It's been seen at Stony Lake.
It's been seen at Snake Lake.
One was shot as it basked in the sun on a clump of downed willows.
Another was seen by five men at a site north of Machesis Lake.
One surprised a man on horseback along a trail. He claimed it attacked him, leaping higher than his stirrup.
Another was run over by a wagon wheel and its flattened carcass puzzled and amazed those who saw it.
What is this thing that haunts the sandhills? - This creature of mystery and legend?
Whether one calls it little dinosaur as some do, or Ti-cah-che-chok as the Beaver Indian does, there must be something there.
People with a scientific bend suggest it is likely a toad. There are two species of toads indigenous to the area,
the Boreal and the Canadian, and both of them have been seen by various observers.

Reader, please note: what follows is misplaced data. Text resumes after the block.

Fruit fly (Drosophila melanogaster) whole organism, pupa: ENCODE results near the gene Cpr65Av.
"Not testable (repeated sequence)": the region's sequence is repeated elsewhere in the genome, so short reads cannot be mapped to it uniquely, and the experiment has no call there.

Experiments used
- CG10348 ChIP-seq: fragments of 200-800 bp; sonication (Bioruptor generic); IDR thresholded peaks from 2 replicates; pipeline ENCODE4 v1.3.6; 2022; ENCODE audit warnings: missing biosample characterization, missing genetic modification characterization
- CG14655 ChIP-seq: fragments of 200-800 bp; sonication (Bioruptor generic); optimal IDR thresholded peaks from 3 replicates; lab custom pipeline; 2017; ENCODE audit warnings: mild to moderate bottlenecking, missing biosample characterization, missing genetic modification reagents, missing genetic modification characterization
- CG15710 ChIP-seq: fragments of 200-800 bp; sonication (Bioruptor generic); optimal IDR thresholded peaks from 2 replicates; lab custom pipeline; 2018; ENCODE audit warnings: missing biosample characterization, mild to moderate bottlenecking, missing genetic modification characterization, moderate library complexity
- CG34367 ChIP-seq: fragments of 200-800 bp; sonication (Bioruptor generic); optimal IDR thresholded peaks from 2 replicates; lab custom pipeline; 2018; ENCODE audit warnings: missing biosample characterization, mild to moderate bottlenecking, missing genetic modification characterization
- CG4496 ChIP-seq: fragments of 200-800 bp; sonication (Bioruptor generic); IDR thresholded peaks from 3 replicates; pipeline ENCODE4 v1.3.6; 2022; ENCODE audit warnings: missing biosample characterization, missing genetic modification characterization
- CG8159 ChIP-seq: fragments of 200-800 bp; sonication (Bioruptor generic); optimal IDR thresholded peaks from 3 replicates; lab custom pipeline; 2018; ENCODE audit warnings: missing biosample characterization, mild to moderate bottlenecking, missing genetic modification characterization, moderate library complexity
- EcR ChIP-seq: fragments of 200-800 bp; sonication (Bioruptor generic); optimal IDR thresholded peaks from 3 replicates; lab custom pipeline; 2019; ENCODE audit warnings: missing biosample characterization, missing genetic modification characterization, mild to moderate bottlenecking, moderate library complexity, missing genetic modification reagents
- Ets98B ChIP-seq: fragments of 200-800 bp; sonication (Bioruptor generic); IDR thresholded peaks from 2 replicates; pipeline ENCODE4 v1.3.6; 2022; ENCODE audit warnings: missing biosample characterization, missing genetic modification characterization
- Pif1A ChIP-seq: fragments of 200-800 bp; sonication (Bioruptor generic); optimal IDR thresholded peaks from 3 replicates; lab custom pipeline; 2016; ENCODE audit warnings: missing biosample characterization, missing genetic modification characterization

Does this probability confidently fit the description? Are toads so rare that people who have spent their lifetimes in the wilderness are awed and shaken by the sight of them? Then there is the size. Toads only sit about three to five inches high, not the eight or ten inch height that Ti-cah-che-chok is reputed to stand. The descriptions, too, are intriguing. Occasionally, someone has thought he was seeing a muskrat when it suddenly materialized into something quite different. Described as black (in wet marsh grass) or gray (in the sun), as having horns and, also, hair or pin feathers across its shoulders and rump, one wonders what it could be.Tradition says these creatures are to be left alone. Those who have killed them have died strangely. Years ago, growing children were told of their existence and warned against interfering with them.You mean those little dinosaurs out there? one elderly lady responded to the question. We don't talk about them.
So, if you see a Ti-cah-che-chok, please leave it alone, but, do, by all means, get a picture of it. After all, who knows? There are new species still being discovered in todays high-tech world. Why might there not be a rare and unknown creature lurking in our own, magical sand hills?
-By Joy Friesen